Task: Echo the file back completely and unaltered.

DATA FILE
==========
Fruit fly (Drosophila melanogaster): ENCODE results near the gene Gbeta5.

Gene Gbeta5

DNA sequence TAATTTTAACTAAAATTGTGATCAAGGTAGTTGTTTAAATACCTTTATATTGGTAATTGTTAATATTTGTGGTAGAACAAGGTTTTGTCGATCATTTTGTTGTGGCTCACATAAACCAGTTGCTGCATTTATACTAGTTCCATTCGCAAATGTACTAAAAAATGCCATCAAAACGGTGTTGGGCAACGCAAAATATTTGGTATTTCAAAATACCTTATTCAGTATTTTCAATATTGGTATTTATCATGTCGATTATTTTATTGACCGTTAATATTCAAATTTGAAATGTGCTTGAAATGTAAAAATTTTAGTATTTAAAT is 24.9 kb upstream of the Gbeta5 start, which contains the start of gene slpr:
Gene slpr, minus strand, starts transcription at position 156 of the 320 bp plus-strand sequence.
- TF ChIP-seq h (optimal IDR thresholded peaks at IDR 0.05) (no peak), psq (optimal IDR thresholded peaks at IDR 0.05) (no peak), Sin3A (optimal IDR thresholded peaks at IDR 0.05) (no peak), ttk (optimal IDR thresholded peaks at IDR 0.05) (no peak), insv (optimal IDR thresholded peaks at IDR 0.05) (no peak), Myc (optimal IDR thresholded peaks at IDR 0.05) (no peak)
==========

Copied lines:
Fruit fly (Drosophila melanogaster): ENCODE results near the gene Gbeta5.

Gene Gbeta5

DNA sequence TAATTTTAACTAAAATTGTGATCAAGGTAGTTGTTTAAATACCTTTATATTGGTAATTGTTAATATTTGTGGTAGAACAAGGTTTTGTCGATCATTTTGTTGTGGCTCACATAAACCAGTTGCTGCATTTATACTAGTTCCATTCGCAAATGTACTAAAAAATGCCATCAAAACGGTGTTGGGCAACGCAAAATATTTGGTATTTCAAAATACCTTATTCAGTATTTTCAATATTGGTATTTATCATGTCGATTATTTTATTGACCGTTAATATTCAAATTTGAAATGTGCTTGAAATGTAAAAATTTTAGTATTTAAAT is 24.9 kb upstream of the Gbeta5 start, which contains the start of gene slpr:
Gene slpr, minus strand, starts transcription at position 156 of the 320 bp plus-strand sequence.
- TF ChIP-seq h (optimal IDR thresholded peaks at IDR 0.05) (no peak), psq (optimal IDR thresholded peaks at IDR 0.05) (no peak), Sin3A (optimal IDR thresholded peaks at IDR 0.05) (no peak), ttk (optimal IDR thresholded peaks at IDR 0.05) (no peak), insv (optimal IDR thresholded peaks at IDR 0.05) (no peak), Myc (optimal IDR thresholded peaks at IDR 0.05) (no peak)